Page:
|Take a deep breath, calm down and print more money|
But the plain fact is, this entire construct is not even wrong, it's a category error. The US cannot "go broke". It can never "run out of money". Its economic and budgetary policies can be optimal or less so, and at some point deficit spending can cause actual problems, but as long as a sovereign nation has its own currency and the printing presses to produce it, it isn't possible for that nation to "run out of money". What's wrong with the US economy is simple, and obvious at the most intuitive level. There is a lack of what economists call "aggregate demand". More people are unemployed, and the ones that aren't are spending less money. So businesses don't sell as much stuff. There's your economic crisis. The deficit, in fact, has nothing to do with the economy at all, except to the small extent that the larger numbers of poor and unemployed people require higher levels of social and safety-net spending. In that way, a small portion of the budget deficit is CAUSED by the poor economy, but none of it is responsible for the poor economy.
So why do we have a budget deficit? The short, simple and honest answer is that our government, particularly Congress, chooses to have one. Congress makes laws that collect government revenues and they pass other laws that spend federal funds on programs they believe are important or necessary. So here's two numbers. In 2011 the federal government generated direcct revenue that amounted to about 15% of GDP, while in the same year they authorized the various government agencies to spend funds totaling about 25% of GDP. There's your deficit. Nothing snuck up on anybody, nobody said they had to pass all that spending legislation while passing other leglislation that actually reduced revenues. Anytime they wanted, they could close that gap. But they don't.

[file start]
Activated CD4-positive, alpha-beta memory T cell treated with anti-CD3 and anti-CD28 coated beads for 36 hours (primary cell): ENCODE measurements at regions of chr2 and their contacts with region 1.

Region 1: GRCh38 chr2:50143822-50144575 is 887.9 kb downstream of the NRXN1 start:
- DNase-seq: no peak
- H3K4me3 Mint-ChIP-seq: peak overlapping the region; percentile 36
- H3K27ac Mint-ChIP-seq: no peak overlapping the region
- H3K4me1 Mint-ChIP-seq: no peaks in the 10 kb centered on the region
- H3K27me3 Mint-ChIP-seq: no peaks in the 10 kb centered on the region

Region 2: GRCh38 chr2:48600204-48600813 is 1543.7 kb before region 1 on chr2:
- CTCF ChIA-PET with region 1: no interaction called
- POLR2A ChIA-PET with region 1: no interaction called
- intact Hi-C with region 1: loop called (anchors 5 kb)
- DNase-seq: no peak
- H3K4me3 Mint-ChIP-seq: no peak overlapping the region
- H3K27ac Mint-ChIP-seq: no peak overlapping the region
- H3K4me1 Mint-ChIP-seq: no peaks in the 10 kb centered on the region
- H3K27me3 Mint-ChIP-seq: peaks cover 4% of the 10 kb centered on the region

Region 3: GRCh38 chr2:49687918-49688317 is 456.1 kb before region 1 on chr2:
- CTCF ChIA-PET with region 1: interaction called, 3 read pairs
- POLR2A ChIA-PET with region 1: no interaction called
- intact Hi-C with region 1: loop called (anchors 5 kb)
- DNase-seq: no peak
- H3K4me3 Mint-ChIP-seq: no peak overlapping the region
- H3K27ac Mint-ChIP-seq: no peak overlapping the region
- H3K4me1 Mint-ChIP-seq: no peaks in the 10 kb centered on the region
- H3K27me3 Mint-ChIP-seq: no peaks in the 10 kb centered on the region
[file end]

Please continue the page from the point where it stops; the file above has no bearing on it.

And the reason for that is also simple. The US is in a historically ideal position to raise revenues by issuing bonds. We have our own currency, and the means to produce as much as we need. We have the worlds largest economy, and people all over the world see the US Treasury as the safest bank in the world, so that's where they want to keep their money, even if the return on that investment is miniscule or even zero. Despite the rhetoric, there is no better way for the US government to raise funds than to borrow them at historically low rates. We COULD, of course, borrow more and run a smaller deficit, but to a significant portion of our elected leadership, that deficit is a political necessity. If they couldn't hide their plutocratic and draconian economic agenda behind a budgetary emergency, they'd be faced with telling their voters exactly what they really DO want, and even their true believers know that would never fly.
It's important to keep all this in mind during the campaign season. A great deal of the rhetoric you hear on the economy is simply lies and disingenuous constructs - all the more appalling and offensive because they can freely assume the American people are too dumb to know any better. The US has myriad ways to pay for whatever programs we collectively, as a people, decide we want our government to provide. Agree on a laundry list of services and it's just a matter of setting revenues at the appropriate level to pay for them. Of course, when one of our two political parties is strictly committed to protecting the wealthy and corporations from contributing even a small portion of their wealth to support their own nation, an agreement of that nature is impossible. But this is an obviously destructive and unsustainable path. How long can a nation go with such a large gap between spending and revenues, and how can a society survive with so little investment in its own future? At some point, we're going to find out.